At Sage's annual conference in New Orleans recently (disclosure: Sage covered my travel and expenses to attend the event), there were a raft of product announcements and exciting demos of mobile technology. But while it is relatively easy to announce things and demo mockups, it is far more difficult to actually deliver innovation within a legacy business.
The overarching theme at the event was one espoused often and vehemently by Sage's vice chairman and president, Stephen Kelly. Kelly reiterated over and over again that the company has far too much respect for its customers to force them to change. He told the attendant masses that over 80% of Sage customers use desktop solutions and that the majority don't want to change from that. He pointed out, time and time again, that Sage will not be end-of-lifing its desktop products and will not force users to change to cloud solutions. He criticized other vendors for using what he sees as disrespectful tactics to get them to migrate to cloud products.
But in something of a jarring dichotomy, he also talked at length about the incredible value that cloud solutions bring to customers. He even invited Keith Block, COO of Salesforce, to beam in for a live link during the keynote, and both men waxed poetic about Sage's new solution, Sage Live, which is built on top of Salesforce's platform. And Microsoft's CEO, Satya Nadella, put in a cameo appearance and also talked of the value of the cloud. Was I the only person in the room who saw the unusual contrast between the messages here?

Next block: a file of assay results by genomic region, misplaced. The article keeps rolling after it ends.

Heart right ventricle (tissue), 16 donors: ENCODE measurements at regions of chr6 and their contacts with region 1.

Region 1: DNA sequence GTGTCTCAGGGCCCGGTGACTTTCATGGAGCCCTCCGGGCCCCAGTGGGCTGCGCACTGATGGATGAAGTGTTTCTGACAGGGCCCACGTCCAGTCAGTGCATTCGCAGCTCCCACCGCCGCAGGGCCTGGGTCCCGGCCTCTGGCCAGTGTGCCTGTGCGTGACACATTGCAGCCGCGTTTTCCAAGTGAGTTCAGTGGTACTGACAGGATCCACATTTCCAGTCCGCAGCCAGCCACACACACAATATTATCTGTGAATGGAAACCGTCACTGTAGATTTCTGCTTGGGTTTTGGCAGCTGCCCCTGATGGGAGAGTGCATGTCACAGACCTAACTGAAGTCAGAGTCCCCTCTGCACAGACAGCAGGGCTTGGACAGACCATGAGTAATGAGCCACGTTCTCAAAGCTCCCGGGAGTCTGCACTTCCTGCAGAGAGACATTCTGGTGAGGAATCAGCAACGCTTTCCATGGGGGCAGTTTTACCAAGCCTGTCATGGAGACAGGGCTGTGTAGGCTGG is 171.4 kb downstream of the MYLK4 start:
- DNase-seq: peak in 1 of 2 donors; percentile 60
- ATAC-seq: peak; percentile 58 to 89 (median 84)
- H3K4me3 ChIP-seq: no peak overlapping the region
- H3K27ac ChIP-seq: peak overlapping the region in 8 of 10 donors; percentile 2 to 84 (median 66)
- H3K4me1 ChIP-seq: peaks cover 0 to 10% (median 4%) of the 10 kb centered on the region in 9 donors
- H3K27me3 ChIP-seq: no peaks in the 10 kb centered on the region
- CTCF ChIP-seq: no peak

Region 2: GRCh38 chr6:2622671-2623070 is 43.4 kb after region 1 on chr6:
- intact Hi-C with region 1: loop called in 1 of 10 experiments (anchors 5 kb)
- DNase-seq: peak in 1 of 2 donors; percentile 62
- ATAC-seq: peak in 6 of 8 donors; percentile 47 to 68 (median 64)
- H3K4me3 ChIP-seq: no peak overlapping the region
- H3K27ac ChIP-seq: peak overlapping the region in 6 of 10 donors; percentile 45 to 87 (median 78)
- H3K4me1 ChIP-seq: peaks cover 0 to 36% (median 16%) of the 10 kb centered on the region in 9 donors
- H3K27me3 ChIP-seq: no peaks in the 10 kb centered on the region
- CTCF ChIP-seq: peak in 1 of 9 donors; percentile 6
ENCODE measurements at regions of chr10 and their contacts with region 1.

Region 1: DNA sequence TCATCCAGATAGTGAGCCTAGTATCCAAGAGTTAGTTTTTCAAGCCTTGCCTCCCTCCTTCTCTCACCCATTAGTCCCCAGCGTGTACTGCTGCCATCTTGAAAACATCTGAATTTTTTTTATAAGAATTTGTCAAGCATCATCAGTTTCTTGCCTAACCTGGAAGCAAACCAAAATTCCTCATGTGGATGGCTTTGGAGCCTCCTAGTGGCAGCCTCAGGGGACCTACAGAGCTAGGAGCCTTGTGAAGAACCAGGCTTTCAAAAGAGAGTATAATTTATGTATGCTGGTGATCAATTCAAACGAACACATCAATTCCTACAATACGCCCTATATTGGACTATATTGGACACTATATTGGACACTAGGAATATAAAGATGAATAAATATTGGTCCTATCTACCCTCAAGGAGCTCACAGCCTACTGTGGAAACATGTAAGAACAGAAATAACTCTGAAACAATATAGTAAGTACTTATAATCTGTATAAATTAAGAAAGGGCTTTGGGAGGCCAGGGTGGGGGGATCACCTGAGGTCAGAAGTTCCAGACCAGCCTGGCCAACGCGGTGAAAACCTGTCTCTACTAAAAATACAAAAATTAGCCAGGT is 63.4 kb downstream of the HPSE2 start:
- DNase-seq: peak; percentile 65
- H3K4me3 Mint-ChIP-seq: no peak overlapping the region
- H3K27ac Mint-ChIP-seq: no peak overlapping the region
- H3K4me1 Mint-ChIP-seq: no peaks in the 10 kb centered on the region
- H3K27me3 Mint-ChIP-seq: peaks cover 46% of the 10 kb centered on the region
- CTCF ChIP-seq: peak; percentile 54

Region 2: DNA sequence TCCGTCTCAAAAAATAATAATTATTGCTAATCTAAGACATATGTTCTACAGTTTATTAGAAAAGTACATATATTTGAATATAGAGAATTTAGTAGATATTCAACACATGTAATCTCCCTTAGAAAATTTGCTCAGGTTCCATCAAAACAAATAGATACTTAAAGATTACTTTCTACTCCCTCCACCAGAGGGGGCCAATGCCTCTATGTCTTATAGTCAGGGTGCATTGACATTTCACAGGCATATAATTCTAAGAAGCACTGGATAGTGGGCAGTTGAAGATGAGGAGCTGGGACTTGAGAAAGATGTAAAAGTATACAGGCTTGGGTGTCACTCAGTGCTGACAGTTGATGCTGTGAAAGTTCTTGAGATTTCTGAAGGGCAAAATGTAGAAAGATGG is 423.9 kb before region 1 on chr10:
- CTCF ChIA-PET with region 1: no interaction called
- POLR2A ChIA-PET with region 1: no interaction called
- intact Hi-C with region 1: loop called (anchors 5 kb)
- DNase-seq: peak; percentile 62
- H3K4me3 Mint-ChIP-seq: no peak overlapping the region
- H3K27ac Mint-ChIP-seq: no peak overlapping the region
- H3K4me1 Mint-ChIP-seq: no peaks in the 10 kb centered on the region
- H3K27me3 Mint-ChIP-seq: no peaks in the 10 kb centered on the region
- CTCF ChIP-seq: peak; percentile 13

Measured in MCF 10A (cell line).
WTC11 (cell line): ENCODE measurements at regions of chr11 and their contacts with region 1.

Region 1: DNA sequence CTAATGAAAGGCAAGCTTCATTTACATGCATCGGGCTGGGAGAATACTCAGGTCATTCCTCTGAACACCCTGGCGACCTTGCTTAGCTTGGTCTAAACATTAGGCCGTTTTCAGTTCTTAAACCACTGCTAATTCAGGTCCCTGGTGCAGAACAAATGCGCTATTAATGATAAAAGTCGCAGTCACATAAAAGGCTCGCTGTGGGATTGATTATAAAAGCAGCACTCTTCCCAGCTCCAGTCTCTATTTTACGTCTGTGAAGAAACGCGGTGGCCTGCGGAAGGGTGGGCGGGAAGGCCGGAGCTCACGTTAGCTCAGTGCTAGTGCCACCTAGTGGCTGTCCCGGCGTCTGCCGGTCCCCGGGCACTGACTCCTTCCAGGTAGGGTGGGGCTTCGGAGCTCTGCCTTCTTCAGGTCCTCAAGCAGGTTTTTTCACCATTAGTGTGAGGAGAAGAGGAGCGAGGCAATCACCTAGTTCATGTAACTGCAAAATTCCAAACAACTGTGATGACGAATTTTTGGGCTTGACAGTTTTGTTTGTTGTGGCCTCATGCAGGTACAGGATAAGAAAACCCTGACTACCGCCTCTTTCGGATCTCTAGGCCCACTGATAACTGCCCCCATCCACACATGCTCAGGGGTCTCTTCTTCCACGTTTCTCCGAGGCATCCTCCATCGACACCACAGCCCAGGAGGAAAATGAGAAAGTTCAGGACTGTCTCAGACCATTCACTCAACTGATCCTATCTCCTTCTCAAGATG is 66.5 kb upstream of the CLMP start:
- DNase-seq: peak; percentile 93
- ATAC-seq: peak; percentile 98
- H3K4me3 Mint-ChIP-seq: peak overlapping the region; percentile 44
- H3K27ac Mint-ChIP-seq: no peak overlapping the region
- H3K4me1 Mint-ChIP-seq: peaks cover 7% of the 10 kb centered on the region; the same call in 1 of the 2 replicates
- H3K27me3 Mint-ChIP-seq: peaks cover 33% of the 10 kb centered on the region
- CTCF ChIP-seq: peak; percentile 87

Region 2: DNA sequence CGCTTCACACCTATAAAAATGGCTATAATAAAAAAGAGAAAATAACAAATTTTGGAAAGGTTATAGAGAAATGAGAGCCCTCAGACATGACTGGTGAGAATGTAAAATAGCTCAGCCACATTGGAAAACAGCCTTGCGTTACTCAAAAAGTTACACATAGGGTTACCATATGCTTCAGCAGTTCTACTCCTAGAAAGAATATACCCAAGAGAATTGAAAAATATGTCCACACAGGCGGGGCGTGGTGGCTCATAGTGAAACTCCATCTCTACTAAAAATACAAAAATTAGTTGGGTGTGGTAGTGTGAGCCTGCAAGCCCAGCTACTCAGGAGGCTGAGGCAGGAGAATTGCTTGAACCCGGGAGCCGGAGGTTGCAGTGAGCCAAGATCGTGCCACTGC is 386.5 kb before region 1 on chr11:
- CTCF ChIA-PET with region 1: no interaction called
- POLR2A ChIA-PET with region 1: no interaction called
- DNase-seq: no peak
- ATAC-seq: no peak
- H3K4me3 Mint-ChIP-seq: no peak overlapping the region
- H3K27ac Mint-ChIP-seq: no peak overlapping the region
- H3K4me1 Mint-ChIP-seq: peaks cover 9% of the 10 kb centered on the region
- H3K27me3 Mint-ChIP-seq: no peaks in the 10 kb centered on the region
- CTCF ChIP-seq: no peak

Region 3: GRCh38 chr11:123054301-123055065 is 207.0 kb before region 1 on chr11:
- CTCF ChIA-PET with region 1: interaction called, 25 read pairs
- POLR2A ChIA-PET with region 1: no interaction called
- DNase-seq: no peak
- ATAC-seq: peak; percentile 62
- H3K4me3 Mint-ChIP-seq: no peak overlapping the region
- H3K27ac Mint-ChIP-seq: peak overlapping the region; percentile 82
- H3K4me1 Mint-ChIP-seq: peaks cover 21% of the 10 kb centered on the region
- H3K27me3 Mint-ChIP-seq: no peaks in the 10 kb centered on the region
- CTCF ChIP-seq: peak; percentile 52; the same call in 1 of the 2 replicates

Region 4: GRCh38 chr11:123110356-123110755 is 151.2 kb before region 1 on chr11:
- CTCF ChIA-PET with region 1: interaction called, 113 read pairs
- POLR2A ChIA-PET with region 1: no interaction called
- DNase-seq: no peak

On the one hand, Kelly was breathlessly talking up the value of the cloud, but at the same time was proposing a kind of a hybrid solution that we've seen attempted (with, generally, failure) by previous vendors. While the idea of running an application on premises, and having the ability to move seamlessly to the cloud sounds good, it introduces technical hurdles that compromise much of the value of either approach.
Sage's CTO layered on the on-premises love even further. “If you’re in love with your current Sage product, we don’t want to disrupt that romance,” he said, explaining “we helped invent on-premise, so we know why you love it so much.”